How the government could change the restaurant business
A pair of FTC proposals are finally catching up to modern restaurant reality: an Expedite Explainer
There’s a coastal spot called Half Moon Bay 30 miles south of San Francisco. Surfers know it for Mavericks, the fleeting big wave surf competition. Bay Area parents know it for its fall pumpkin patches and, during the middle of October, the Half Moon Bay Pumpkin Festival, which draws huge crows and snarls traffic on all roads leading into town.
This year, one Half Moon Bay restaurant added an 18 percent “festival service charge” onto guest checks that week. The co-owner of Johnny’s, a newly reopened casual restaurant, defended the temporary charge. Past customers have tipped low during the hectic week, she said, and the charge helps compensate servers for their work. It would be removed for anyone who objected to it, she added.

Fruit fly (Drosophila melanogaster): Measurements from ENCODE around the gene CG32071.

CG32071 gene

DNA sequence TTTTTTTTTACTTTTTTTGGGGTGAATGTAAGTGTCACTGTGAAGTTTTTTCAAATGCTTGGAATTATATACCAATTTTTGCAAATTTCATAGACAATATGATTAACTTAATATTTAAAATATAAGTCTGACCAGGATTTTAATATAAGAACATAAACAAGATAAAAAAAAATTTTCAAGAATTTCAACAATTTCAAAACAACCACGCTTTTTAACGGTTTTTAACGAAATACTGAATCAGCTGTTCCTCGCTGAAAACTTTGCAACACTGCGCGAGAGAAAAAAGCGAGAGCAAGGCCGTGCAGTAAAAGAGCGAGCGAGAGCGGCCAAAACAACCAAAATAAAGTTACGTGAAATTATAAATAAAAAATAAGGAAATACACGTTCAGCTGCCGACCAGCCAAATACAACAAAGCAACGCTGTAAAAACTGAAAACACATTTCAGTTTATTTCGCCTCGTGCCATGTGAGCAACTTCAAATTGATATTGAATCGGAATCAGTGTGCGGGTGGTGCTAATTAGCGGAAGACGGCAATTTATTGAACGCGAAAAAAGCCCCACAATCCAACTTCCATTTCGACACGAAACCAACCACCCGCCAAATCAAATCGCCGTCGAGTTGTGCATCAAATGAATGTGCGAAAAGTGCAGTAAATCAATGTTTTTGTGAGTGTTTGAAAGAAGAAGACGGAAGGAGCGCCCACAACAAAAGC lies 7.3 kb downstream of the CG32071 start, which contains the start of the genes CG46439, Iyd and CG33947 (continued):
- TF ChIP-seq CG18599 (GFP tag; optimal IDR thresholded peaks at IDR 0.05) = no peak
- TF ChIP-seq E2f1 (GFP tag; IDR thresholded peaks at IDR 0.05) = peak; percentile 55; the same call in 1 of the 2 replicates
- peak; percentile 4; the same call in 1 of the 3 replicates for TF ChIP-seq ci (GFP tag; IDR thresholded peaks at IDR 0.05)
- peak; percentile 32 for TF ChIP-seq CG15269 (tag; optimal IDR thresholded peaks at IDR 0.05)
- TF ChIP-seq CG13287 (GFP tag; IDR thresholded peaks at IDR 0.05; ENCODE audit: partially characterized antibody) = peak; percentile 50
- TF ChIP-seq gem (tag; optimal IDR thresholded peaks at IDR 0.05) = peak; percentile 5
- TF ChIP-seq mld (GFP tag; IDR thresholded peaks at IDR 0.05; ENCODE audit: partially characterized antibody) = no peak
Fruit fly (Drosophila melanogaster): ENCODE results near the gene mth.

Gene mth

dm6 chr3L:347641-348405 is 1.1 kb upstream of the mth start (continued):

Unsurprisingly, a social media post about the charge garnered thousands of views and hundreds of comments, as they always seem to do. Service charges added to restaurant bills have become more common over time. Earlier this month, California Governor Gavin Newsom signed a “junk fee ban” into law in the state; it’ll go into effect next summer. But there’s confusion about what it might mean for restaurants. While one of the bill’s co-sponsors told Eater the bill allows restaurant service fees as long as they were disclosed to diners on the menu — presumably, before they placed an order — a rep from the state Attorney General’s office suggested it would ban service fees outright.
Also according to Eater: “The AG’s office would not confirm that interpretation of the law.”
We seem to be in a service-fee gray area, and now the federal government is getting involved.
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